Joker: A Masterful Reimagining

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With the Marvel Cinematic Universe having taken the 2019 spotlight for superhero films and some of the recent DC movies having fallen flat, it could be easy to overlook Joker as another bland comic book movie. Do not underestimate this movie, however, because it might just be the trailblazer that forges a whole new, much needed, era of the comic book genre of films that we cannot get enough of. Thanks to its breathtaking cinematography and incredible talent, both behind and in front of the camera, Joker, directed by Todd Phillips, captivates audiences with an ingenious reimagining of a classic character.

Arthur Fleck, an impoverished resident of Gotham City, lives as a low-class member of society making a modest living as a clown. To make matters worse, he has been a long-time sufferer of several mental illnesses, most notably a condition that causes Arthur to have spurts of uncontrollable, and often inappropriate, laughter. Arthur lives with his mother who also has deep-seated mental health issues of her own. Victim to several hate crimes in response to both his job and his mental illnesses, Arthur finally snaps and unintentionally lights a blaze of riots that quickly spreads throughout the city. Despite his dreams of becoming a comedian, he ends up in the public eye for a completely different, and much more chaotic, reason.

The Joker is a character notorious for taking an extreme toll on the actor’s mind and body. In the case of Joker, Joaquin Phoenix morphed into a completely emaciated version of himself to bring his character to life. With this change, Phoenix pushed his performance beyond Arthur’s emotional behaviors and into his physical appearance. Although this transformation is impressive, his true talent was reflected in how he portrayed a completely unique incarnation of a very beloved character. He was tasked with bringing to life a character that was supposed to be both mentally ill and comprehensive, murderous and sympathetic, and he maintained a perfect balance. Phoenix left us aghast at Arthur’s actions, but somehow we continued to root for him. Through mental and physical preparation, charisma, and raw talent, Phoenix brought to life one of the best Jokers I have ever seen on screen.

Beyond the incredible performances on camera, Joker exhibited an impressive array of skills that took place off screen that brought the story to life. One of my favorite characteristics of film is the sheer number of tools that a filmmaker has at their disposal when making an immersive experience for the viewer. Joker did an impeccable job of utilizing these unique aspects of filmmaking to allow the viewer to enter the disturbed mind of Arthur Fleck. Case in point, Arthur’s mental stability was often directly reflected in the lighting and control of the camera in a given shot. These ranged from bright lights and a steady camera to practically strobing lights and a trembling frame. The light, sound, and color design of the movie also juxtaposes the violent street riots with the desolate Arkham Asylum. It is rare to see a film that truly brings its story to the screen in such a breathtaking manner. Both force and finesse come together to create a world that was simultaneously effortless and jarring to watch.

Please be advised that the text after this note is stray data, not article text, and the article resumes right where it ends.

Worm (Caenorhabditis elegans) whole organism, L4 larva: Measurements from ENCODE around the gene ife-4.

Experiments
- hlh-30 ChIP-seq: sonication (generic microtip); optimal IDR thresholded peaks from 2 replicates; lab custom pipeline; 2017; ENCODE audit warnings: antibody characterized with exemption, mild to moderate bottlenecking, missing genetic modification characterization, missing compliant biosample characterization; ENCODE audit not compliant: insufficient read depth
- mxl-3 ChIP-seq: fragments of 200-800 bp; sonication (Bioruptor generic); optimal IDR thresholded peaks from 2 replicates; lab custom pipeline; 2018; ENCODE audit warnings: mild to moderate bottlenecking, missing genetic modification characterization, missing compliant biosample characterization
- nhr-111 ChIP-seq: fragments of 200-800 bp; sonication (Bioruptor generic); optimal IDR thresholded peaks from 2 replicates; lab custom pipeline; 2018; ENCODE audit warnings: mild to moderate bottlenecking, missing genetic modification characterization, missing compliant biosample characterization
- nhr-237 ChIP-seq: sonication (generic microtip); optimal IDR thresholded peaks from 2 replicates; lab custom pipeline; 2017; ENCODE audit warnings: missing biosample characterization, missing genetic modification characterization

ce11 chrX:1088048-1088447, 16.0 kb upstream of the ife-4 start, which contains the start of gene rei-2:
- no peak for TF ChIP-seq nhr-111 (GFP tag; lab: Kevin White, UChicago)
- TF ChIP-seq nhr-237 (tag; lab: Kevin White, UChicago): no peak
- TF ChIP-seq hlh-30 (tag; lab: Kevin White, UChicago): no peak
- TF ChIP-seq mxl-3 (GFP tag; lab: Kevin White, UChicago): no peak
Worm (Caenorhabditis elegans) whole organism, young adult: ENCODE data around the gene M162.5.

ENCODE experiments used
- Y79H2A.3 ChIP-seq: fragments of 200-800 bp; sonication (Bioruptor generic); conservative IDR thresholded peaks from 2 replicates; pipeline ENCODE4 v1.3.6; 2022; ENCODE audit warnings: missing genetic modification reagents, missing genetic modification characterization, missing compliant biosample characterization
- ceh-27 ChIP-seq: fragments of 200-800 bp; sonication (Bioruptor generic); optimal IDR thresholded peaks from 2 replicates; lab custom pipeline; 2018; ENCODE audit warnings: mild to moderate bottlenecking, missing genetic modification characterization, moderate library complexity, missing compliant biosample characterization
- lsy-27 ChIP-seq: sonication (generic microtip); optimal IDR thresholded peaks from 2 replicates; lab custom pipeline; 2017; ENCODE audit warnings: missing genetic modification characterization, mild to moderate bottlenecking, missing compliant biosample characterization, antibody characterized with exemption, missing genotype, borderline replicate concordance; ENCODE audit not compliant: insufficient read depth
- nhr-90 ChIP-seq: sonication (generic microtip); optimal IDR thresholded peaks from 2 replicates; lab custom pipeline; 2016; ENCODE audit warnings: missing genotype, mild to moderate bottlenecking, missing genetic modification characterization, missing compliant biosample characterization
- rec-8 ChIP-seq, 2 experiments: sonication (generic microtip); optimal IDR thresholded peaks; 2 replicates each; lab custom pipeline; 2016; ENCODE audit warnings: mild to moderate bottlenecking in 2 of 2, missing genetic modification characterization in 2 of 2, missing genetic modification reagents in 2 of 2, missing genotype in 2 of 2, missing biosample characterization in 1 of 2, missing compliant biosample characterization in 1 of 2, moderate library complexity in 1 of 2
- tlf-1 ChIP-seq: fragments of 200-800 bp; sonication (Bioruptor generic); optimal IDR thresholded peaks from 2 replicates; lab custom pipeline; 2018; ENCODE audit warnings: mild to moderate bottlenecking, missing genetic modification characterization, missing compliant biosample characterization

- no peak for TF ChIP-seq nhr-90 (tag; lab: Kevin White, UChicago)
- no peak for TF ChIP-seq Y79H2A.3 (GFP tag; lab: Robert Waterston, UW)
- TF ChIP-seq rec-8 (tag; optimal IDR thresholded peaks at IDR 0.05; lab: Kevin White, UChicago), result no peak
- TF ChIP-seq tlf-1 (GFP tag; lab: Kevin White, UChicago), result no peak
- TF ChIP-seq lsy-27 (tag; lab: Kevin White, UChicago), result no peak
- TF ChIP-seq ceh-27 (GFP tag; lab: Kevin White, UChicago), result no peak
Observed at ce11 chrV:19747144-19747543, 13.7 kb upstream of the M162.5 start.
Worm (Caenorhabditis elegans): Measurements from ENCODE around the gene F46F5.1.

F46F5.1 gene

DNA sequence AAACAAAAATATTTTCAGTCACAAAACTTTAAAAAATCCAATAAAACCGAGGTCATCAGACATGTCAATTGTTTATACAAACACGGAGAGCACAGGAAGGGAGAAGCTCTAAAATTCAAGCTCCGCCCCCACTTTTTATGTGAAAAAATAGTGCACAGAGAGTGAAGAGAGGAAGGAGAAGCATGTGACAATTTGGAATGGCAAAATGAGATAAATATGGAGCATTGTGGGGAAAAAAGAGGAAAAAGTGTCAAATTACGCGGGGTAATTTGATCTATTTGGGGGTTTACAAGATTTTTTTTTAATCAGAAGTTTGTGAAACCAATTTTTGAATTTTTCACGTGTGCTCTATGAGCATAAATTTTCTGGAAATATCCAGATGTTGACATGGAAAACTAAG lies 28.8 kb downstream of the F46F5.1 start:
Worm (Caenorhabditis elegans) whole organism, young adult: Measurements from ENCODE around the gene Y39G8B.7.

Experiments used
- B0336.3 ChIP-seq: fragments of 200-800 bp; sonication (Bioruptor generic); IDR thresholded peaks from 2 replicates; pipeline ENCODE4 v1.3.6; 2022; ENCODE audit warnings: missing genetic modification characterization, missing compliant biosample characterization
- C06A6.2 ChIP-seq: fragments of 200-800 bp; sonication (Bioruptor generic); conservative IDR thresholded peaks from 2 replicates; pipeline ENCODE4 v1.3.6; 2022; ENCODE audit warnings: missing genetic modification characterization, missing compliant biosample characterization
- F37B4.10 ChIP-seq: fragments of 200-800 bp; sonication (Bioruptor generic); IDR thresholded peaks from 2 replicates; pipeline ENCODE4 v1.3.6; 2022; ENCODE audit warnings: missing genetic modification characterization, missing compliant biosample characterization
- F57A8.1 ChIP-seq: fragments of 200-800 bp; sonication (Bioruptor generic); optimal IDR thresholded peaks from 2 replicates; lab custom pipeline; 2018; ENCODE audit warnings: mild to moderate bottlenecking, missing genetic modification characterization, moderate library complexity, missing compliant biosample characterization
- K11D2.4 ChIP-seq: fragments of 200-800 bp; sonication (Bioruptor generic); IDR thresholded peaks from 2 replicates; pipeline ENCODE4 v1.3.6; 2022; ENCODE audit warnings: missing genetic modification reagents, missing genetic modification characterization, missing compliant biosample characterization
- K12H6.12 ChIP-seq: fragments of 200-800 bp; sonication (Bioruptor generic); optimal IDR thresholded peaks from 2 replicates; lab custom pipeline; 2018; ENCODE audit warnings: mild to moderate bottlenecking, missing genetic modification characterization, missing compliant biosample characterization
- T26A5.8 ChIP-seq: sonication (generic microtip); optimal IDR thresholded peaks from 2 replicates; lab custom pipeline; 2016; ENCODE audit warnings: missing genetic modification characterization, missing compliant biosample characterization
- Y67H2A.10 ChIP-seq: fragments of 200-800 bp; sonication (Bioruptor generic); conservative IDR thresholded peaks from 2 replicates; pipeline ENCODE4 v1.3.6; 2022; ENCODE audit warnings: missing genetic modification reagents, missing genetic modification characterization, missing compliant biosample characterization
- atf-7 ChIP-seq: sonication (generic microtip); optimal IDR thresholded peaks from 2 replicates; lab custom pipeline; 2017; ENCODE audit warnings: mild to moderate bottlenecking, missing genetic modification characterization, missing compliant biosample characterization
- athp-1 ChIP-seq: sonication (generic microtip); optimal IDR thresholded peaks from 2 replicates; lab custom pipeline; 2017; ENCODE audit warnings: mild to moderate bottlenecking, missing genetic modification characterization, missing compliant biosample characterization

All technical aspects aside, I truly cannot imagine a better way for this story to have been told. Not only does Joker depict a character that we already know and love but it does it in a way that keeps even the most knowledgeable comic-book junkies on the edge of their seats. A perfect blend of fantasy and reality draws the viewer in and causes them to question what is really happening and what is just a delusion. It is a great feat to successfully portray a supervillain as an antihero without changing their actions, but Joker managed to do it by simply switching the perspective. This film also has some very relevant themes throughout the plot. It covered current issues ranging from the divide among social classes to the lack of funding for mental health services. This story was told in a way that was sensitive to the groups that it represents and it even kept the confusing medical side of Arthur’s illness in layman’s terms for the viewers who may not be as well versed in psychology as some.

There is an argument to be made that, by representing a mentally ill man as a maniacal serial killer, Joker is generalizing all people with a mental illness as dangerous. To the viewers who believe this to be true, please take the story with a grain of salt. The Joker is a well known character that has been around since the early forties. He has always been insane, and he has always been a murderer. The Joker is obviously an extreme case, and he is not meant to be a representative of mental illness in general. Not all mentally ill people are killers, just as not all billionaires become cape-wearing vigilantes. 

The brilliant movie Joker is still fairly new in theaters, and yet it has already left its impression on the world, earning $96 million over opening weekend. From masterful acting to overall execution, this movie has everything that makes films addictive. A psychological thriller like this is extremely difficult to get right to the degree that is exhibited in Joker. Although it is not for the faint of heart, I assure anyone that is even remotely interested in seeing this movie that it is one hundred percent worth it. Even if you are not a Batman fan, this is a story that truly anyone with respect for filmmaking and storytelling can appreciate and will likely love.

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